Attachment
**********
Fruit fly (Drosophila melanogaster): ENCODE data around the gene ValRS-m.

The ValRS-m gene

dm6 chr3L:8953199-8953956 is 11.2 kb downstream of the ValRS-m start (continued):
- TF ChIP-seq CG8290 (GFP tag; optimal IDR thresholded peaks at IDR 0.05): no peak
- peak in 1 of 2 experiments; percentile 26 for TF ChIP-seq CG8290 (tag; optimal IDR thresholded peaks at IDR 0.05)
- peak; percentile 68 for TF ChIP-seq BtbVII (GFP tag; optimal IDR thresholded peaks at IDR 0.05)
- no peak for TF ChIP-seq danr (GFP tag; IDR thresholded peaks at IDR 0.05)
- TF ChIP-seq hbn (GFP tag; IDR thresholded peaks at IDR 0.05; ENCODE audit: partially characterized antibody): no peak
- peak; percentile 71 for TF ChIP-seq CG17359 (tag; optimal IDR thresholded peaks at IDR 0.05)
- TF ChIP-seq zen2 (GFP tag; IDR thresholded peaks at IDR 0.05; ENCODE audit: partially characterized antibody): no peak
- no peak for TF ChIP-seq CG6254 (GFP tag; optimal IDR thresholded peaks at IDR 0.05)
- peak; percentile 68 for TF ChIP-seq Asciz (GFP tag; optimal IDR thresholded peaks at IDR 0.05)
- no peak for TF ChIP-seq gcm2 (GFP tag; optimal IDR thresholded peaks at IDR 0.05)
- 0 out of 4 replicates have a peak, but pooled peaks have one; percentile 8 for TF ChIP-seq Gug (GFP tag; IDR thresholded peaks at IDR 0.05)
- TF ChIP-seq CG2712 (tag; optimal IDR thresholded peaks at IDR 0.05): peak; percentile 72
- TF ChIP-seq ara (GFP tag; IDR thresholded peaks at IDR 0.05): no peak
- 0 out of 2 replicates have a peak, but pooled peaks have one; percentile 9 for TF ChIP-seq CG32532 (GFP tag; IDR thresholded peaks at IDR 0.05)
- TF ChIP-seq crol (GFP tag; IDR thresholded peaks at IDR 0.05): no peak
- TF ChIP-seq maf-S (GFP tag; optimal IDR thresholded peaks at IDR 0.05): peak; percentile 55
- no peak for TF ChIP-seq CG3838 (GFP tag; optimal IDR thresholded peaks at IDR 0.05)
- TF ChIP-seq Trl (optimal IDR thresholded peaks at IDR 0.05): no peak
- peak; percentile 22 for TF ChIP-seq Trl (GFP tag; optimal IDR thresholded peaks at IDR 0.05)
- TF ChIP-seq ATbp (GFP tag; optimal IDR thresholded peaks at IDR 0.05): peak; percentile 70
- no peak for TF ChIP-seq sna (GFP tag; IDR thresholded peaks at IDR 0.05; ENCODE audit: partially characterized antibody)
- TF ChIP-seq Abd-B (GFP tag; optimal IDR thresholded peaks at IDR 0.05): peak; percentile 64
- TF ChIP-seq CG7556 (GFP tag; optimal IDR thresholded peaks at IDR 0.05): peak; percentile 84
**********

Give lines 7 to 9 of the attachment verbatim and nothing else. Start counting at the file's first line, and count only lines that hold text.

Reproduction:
- no peak for TF ChIP-seq danr (GFP tag; IDR thresholded peaks at IDR 0.05)
- TF ChIP-seq hbn (GFP tag; IDR thresholded peaks at IDR 0.05; ENCODE audit: partially characterized antibody): no peak
- peak; percentile 71 for TF ChIP-seq CG17359 (tag; optimal IDR thresholded peaks at IDR 0.05)